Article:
* Brilinta first drug assessed by new German price system
* UK’s NICE due to issue guidance in October
* Reimbursement process faces delay in France
* Brilinta competes with branded and generic Plavix in EU
By Ben Hirschler
LONDON, April 6 (Reuters) - AstraZeneca’s (AZN.L) big new drug hope Brilinta faces an uphill fight in Europe as its maker negotiates a series of hurdles that underscore the tough pharmaceutical landscape across the continent.
The heart drug was approved in Europe in December and has so far been launched, under the brand name Brilique, in Germany, Britain, Denmark and Norway, with more launches expected in the second half of 2011.
In all, it has been cleared for sale in more than 30 countries, although not yet in the all-important U.S. market, where a decision is expected in July.
Brilinta — tipped as a $1 billion-plus seller — is a rival to Sanofi-Aventis (SASY.PA) and Bristol-Myers Squibb’s (BMY.N) blood thinner Plavix, the world’s second biggest selling prescription drug, with annual sales of more than $9 billion.
It is a pivotal product for AstraZeneca, which needs to make up for sales of older drugs being lost to generic competition.
AstraZeneca has priced Brilinta at a premium to Plavix — at 2.48 euros or 1.8 pounds for a day’s treatment of two pills — after a clinical trial called PLATO showed it to be superior.
“In the PLATO trial, using Brilinta resulted in the lower use of healthcare resources,” a company spokeswoman said. “On the basis of the PLATO data, AstraZeneca believes Brilinta should be priced at a premium to branded Plavix.”
Whether state-backed health systems will accept that pricing argument remains to be seen.
The market for blood-thinning drugs in Europe is increasingly competitive, following the launch of generic copies of Plavix in the past 18 months, which slashed branded sales of Plavix sales in Europe by 49.2 percent in 2010.
On top of that, AstraZeneca has to overcome a series of cost-effectiveness hurdles in order to get Brilinta established in Europe’s biggest markets.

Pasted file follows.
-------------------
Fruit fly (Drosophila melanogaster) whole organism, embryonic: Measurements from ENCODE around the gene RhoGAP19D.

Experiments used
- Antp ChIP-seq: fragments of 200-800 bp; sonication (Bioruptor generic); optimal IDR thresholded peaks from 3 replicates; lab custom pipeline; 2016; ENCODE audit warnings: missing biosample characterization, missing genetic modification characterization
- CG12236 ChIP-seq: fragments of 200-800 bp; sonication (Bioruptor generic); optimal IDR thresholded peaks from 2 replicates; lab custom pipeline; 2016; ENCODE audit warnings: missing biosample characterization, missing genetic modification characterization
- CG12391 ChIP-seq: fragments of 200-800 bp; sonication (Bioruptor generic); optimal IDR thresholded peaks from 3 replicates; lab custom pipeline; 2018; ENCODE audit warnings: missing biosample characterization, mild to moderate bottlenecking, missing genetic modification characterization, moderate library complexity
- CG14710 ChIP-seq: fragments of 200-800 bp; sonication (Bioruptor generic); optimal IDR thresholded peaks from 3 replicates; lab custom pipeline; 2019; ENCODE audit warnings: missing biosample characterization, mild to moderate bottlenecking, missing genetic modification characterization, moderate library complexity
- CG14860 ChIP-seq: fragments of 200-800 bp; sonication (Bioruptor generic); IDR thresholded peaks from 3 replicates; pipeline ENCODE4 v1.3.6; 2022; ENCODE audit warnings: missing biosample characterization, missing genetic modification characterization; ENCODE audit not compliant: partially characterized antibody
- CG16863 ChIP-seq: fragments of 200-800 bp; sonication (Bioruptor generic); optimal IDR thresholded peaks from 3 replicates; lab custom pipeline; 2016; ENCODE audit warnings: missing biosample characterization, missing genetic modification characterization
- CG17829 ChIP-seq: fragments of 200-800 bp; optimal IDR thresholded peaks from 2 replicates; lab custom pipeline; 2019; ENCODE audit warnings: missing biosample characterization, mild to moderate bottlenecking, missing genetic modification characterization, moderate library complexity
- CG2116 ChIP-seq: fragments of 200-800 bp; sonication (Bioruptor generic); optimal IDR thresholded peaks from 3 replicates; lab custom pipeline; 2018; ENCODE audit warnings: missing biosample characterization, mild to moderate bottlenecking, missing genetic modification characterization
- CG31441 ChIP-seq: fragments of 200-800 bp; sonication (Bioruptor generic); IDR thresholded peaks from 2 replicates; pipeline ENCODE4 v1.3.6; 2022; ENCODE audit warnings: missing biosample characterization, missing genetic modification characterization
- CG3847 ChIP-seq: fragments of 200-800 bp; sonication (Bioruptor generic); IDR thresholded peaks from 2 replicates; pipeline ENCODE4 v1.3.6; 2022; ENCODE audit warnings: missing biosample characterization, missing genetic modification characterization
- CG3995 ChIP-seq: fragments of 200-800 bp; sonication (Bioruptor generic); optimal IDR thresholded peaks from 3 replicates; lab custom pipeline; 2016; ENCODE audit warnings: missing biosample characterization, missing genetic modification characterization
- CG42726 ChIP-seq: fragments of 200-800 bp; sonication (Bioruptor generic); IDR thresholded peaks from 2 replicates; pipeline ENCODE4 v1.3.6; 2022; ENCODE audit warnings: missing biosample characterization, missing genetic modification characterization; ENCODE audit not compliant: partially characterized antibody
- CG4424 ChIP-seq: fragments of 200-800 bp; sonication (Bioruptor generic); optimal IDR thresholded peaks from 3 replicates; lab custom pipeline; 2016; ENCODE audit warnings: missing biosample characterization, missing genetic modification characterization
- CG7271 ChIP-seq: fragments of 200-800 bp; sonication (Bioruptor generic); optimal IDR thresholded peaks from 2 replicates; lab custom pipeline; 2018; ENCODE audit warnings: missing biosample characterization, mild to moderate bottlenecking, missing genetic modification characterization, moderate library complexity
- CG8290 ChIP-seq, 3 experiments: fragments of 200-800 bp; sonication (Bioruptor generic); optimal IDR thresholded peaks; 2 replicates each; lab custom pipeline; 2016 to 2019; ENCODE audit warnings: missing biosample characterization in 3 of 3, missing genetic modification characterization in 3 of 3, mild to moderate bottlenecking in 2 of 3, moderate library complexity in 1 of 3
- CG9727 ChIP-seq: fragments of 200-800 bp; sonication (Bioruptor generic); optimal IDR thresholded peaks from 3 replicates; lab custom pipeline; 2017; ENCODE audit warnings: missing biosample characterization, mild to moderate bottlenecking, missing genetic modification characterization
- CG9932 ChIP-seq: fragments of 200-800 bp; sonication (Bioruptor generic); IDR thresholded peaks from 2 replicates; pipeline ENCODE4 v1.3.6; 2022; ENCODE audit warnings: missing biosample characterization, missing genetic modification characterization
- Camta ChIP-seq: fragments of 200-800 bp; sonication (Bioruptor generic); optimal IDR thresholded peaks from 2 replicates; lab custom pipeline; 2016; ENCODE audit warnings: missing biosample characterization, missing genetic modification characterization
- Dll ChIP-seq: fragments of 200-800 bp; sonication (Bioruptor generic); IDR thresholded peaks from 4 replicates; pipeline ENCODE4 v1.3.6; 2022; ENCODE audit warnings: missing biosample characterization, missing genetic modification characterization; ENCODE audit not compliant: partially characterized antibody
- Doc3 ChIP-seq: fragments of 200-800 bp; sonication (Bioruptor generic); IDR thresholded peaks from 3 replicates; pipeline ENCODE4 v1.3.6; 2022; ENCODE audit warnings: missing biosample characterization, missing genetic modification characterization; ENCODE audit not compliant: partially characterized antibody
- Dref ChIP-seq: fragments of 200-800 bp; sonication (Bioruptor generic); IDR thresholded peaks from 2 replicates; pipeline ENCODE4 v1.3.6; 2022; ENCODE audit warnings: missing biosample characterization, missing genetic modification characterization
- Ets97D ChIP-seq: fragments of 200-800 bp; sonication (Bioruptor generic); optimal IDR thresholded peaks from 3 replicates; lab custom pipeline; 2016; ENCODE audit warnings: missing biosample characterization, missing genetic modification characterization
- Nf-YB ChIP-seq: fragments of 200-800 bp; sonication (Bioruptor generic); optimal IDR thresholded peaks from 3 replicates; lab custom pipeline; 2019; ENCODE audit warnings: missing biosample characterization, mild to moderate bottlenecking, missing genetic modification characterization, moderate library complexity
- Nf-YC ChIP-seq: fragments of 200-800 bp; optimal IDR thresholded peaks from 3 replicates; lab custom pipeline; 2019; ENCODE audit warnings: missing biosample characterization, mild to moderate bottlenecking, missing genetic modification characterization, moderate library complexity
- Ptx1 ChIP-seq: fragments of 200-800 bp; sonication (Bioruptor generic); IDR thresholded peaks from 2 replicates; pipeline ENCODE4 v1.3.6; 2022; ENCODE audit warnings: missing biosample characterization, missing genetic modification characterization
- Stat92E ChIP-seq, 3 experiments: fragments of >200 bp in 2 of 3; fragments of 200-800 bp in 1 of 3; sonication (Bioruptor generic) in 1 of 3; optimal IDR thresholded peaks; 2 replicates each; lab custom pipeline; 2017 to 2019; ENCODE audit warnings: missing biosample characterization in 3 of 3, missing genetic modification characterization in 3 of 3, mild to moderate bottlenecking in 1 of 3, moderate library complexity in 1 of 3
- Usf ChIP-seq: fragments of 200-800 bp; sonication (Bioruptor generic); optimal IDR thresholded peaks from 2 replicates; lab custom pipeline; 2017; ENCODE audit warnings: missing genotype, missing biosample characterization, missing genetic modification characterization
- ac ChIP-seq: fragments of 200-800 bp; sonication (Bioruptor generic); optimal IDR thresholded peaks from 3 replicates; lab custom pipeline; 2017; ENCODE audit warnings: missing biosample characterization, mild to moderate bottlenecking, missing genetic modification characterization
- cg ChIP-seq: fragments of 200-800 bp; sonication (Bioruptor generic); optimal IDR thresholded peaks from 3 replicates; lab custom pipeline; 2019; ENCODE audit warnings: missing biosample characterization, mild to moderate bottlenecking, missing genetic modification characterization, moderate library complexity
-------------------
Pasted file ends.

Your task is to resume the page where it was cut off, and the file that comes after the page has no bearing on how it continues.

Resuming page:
Brilinta has already had one setback in France, where the company announced last month it had decided to withdraw the reimbursement submission to the French Transparency Commission and would resubmit in the coming months. [ID:nLDE72M22Z]
It also faces an uncertain time in Germany, where Brilinta is the first drug from any company to be assessed under the country’s new drug pricing system.
Under the so-called AMNOG scheme, introduced from Jan. 1, drugs are only allowed free pricing for one year, during which time a benefit assessment must be carried out.
If the review finds Brilinta offers additional therapeutic benefits, an appropriate price will be negotiated. If not, it will be grouped into a pricing band alongside cheap rivals.
In Britain, meanwhile, the cost-effectiveness watchdog NICE, which decides whether medicines should be paid for on the state health service, will hold its first meeting on Brilinta next month and is not due to issue guidance until October.
Until it gets the verdict back from authorities in these key European markets, AstraZeneca will not know for sure whether its premium pricing strategy will be accepted by payers.
The drugmaker is not commenting on how the launches in Europe are going, ahead of first-quarter results on April 28, but Sanford Bernstein analyst Tim Anderson said in a recent note he believed the uptake had been slow. (Editing by David Cowell)